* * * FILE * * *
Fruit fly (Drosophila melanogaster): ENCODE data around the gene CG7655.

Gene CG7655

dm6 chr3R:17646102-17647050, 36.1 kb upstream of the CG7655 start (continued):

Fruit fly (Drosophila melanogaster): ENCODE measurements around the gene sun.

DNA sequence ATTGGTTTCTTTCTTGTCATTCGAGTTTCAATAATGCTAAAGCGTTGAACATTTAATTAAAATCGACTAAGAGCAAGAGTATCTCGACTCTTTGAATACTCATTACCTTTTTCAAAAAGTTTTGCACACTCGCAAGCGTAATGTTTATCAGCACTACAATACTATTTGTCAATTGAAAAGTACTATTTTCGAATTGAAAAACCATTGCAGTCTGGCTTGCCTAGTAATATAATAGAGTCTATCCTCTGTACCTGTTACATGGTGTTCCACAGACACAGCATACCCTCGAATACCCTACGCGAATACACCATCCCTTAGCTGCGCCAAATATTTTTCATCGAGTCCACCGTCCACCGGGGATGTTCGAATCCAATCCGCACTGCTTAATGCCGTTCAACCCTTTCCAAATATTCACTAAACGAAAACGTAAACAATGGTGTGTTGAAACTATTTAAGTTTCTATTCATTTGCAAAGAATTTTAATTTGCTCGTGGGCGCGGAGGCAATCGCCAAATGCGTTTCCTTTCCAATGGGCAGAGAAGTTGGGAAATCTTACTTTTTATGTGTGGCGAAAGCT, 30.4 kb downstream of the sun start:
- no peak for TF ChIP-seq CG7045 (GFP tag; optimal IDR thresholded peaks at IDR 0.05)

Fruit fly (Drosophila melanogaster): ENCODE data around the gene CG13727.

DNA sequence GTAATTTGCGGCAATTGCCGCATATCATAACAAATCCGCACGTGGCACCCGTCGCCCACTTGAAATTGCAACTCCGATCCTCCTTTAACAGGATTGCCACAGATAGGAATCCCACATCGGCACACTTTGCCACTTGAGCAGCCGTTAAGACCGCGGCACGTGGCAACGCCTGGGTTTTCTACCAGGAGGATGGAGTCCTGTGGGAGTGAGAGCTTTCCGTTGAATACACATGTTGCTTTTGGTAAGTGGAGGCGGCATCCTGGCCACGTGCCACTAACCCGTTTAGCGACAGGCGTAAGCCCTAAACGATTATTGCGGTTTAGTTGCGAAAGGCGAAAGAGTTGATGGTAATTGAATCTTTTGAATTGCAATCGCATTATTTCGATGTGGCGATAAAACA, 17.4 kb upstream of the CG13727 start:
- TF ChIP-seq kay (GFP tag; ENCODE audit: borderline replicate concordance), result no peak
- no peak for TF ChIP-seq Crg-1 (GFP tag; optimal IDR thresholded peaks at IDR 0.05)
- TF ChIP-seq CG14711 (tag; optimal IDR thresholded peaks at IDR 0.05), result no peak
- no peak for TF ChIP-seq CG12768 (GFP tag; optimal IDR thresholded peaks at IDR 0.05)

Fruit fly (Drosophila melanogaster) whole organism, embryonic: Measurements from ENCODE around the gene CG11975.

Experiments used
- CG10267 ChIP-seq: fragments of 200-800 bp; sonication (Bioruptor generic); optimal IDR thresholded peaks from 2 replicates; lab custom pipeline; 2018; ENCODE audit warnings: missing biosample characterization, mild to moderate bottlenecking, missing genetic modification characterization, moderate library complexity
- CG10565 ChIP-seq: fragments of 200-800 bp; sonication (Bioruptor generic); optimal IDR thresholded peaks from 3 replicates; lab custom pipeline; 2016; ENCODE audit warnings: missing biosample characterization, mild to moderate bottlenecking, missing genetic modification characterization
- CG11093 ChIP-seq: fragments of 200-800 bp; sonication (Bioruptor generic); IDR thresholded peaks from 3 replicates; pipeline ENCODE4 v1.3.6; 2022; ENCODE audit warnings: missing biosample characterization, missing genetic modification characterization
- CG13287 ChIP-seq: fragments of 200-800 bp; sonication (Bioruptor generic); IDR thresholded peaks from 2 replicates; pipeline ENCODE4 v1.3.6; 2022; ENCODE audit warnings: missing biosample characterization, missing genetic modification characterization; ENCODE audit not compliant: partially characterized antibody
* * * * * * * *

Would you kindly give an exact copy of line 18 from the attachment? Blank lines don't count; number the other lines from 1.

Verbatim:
- CG13287 ChIP-seq: fragments of 200-800 bp; sonication (Bioruptor generic); IDR thresholded peaks from 2 replicates; pipeline ENCODE4 v1.3.6; 2022; ENCODE audit warnings: missing biosample characterization, missing genetic modification characterization; ENCODE audit not compliant: partially characterized antibody